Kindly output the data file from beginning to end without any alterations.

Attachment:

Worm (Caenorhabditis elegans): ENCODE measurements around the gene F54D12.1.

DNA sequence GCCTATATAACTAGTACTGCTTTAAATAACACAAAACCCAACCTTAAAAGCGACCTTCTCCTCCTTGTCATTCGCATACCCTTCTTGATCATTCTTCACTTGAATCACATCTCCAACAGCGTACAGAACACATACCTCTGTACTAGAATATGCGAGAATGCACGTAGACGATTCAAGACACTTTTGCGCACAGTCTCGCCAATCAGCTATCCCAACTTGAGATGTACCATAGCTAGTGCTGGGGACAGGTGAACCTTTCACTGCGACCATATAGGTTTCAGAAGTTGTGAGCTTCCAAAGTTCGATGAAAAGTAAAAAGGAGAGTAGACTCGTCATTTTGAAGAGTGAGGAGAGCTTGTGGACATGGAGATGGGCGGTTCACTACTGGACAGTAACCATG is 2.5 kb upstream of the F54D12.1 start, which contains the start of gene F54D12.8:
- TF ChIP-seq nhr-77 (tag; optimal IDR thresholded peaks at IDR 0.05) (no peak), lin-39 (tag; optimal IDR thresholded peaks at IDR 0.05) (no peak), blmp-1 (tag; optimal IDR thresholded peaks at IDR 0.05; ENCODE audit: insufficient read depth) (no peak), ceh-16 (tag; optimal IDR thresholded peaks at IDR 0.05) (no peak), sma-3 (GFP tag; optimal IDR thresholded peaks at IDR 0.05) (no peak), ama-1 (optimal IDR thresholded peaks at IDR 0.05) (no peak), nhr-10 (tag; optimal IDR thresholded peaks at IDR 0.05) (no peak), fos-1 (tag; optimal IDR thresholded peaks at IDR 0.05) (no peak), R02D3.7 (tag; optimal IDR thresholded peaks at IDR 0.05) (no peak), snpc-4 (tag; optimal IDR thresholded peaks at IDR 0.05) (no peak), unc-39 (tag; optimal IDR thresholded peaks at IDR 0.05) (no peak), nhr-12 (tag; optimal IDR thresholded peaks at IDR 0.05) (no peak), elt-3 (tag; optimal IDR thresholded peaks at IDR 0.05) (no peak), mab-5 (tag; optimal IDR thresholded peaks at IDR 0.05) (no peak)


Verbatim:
Worm (Caenorhabditis elegans): ENCODE measurements around the gene F54D12.1.

DNA sequence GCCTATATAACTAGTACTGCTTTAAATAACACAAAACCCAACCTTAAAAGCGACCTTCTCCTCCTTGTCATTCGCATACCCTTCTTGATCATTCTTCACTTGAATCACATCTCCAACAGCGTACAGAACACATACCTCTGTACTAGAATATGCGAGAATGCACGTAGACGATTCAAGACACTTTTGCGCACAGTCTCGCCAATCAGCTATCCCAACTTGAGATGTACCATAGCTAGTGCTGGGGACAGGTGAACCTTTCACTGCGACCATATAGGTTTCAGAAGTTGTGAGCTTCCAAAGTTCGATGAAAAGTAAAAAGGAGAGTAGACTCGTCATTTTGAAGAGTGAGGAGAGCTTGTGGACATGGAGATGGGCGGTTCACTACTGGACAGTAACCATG is 2.5 kb upstream of the F54D12.1 start, which contains the start of gene F54D12.8:
- TF ChIP-seq nhr-77 (tag; optimal IDR thresholded peaks at IDR 0.05) (no peak), lin-39 (tag; optimal IDR thresholded peaks at IDR 0.05) (no peak), blmp-1 (tag; optimal IDR thresholded peaks at IDR 0.05; ENCODE audit: insufficient read depth) (no peak), ceh-16 (tag; optimal IDR thresholded peaks at IDR 0.05) (no peak), sma-3 (GFP tag; optimal IDR thresholded peaks at IDR 0.05) (no peak), ama-1 (optimal IDR thresholded peaks at IDR 0.05) (no peak), nhr-10 (tag; optimal IDR thresholded peaks at IDR 0.05) (no peak), fos-1 (tag; optimal IDR thresholded peaks at IDR 0.05) (no peak), R02D3.7 (tag; optimal IDR thresholded peaks at IDR 0.05) (no peak), snpc-4 (tag; optimal IDR thresholded peaks at IDR 0.05) (no peak), unc-39 (tag; optimal IDR thresholded peaks at IDR 0.05) (no peak), nhr-12 (tag; optimal IDR thresholded peaks at IDR 0.05) (no peak), elt-3 (tag; optimal IDR thresholded peaks at IDR 0.05) (no peak), mab-5 (tag; optimal IDR thresholded peaks at IDR 0.05) (no peak)